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Karl Rove Calls Common a 'Thug' Over Poetry Event

Right wing continues to pummel rapper, White House

May 12, 2011 12:05 PM ET
Common attends the 2011 Common Ground Foundation gala fundraiser at the Intercontinental Hotel on April 16, 2011 in Chicago, Illinois.
Common attends the 2011 Common Ground Foundation gala fundraiser at the Intercontinental Hotel on April 16, 2011 in Chicago, Illinois.
Timothy Hiatt/Getty Images

The right wing shows no signs of letting the manufactured controversy over Common's White House invitation die. Even though last night's Evening of Poetry went off without a hitch, Fox News and other right-wing outlets continue to devote ever more attention to the issue. At the event, Common didn't address the firestorm surrounding his 2007 poem "Letters To The Law" – which conservative pundits have seized upon as evidence of his anti-Americanism. Instead, he read a work that referenced both Martin Luther King Jr. and President Obama, who hugged the Chicago rapper at the end of the evening. Other acts on the bill included Steve Martin and Aimee Mann.

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Unsurprisingly, Sarah Palin was outraged by Common's presence at the White House. "The judgment is just so lacking of class and decency and all that's good about America," the former half-term Governor of Alaska told Fox News anchor Greta Van Susteren. "They're just inviting someone like me or someone else to ask, 'C'mon Barack Obama who are you palling around with now?...I'm not anti-rap. In fact, like Bret Baier, I know the lyrics to 'Rapper's Delight.'"

Karl Rove also saw the opportunity to pile on Obama. "[Common] is a thug," Rove told Sean Hannity. "And why they are inviting him to poetry night at the White House speaks volumes about President Obama and this White House staff. Who is asleep at the vetting desk?" A post on Fox News's website referred to Common as a "vile rapper."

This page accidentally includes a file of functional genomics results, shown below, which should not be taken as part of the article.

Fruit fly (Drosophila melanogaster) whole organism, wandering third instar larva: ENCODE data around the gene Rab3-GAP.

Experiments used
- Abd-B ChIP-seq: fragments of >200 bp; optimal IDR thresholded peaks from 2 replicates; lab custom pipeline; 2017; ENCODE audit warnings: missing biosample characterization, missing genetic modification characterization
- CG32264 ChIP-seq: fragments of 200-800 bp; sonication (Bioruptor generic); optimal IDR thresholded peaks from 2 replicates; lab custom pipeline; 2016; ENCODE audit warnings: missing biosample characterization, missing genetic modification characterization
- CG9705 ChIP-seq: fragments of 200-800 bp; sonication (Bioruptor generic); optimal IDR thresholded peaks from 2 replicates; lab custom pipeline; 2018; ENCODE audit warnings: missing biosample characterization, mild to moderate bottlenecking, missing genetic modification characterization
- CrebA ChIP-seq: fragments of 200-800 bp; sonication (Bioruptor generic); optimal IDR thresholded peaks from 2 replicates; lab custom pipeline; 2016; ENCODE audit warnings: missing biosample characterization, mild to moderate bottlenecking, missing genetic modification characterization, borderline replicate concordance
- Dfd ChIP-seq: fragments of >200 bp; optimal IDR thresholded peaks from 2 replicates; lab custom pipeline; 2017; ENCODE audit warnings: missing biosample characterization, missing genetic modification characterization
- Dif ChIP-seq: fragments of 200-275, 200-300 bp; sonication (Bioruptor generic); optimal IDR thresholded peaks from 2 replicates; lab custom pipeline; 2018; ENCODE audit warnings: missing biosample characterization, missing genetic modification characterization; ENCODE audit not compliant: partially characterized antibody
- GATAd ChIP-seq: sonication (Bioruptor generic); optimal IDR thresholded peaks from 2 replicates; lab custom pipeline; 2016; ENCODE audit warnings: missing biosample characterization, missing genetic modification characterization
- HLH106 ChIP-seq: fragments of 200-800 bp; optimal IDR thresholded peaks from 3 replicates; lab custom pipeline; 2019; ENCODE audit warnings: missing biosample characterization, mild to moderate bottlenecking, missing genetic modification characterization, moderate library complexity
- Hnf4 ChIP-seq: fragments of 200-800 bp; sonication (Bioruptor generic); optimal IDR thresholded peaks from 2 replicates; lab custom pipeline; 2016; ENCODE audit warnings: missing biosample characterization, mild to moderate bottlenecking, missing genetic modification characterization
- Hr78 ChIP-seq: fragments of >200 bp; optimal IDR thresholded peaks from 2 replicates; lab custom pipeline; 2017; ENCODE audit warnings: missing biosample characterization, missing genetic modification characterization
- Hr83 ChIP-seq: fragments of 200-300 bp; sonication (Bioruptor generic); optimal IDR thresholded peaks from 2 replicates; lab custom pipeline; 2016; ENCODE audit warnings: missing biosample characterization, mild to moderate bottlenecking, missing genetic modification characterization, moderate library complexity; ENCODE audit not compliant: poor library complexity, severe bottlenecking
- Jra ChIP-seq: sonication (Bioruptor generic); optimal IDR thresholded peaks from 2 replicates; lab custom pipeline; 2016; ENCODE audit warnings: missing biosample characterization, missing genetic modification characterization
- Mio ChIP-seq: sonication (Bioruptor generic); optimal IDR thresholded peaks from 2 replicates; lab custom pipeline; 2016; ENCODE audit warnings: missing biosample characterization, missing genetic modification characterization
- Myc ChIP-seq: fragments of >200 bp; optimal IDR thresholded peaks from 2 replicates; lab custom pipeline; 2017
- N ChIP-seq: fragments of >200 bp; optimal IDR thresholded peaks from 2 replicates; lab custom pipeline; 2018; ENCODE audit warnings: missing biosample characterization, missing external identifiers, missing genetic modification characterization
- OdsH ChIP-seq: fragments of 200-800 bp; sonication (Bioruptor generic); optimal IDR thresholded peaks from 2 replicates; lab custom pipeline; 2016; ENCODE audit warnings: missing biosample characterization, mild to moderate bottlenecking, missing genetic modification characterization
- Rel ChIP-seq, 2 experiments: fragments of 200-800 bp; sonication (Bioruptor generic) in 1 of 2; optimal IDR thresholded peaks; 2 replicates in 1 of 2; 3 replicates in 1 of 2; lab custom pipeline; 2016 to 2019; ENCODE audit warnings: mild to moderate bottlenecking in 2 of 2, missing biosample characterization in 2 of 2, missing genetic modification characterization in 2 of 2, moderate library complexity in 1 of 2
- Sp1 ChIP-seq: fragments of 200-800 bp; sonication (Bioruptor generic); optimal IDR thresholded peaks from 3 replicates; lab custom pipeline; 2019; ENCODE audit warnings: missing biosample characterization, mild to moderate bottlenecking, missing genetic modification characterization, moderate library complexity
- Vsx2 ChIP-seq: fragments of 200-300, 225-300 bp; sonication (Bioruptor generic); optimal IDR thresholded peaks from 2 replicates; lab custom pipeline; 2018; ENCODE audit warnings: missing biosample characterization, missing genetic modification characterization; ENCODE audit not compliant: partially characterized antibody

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In a briefing with reporters yesterday, White House Press Secretary Jay Carney addressed the issue. "The president opposes those kind of lyrics," he said. "He thinks they're harmful. Again, I think that it's ironic to pick out those particular lyrics when, in fact, he's known as a socially conscious hip-hop artist and has done a lot of good things."

The widely-quoted "A Letter To The Law" poem includes this passage: "With that happening, whey they messing with Saddam?/Burn a Bush cos' for peace he push no button/Killing over oil and grease/no weapons of destruction/How can we follow a leader when this is a corrupt one." What the media hasn't been quoting, as Jon Stewart hilariously pointed out last night, is that Common renounces violence in the same poem, saying "No time for that, because there's things to be done/Stay true to what I do so the youth dream come."

Common has stayed largely quiet this past week, but yesterday he posted a brief message on his Facebook page. "Politics is politics and everyone is entitled to their own opinion," he wrote. "I respect that. The one thing that shouldn't be questioned is my support for the police officers and troops that protect us every day. Peace yall!"

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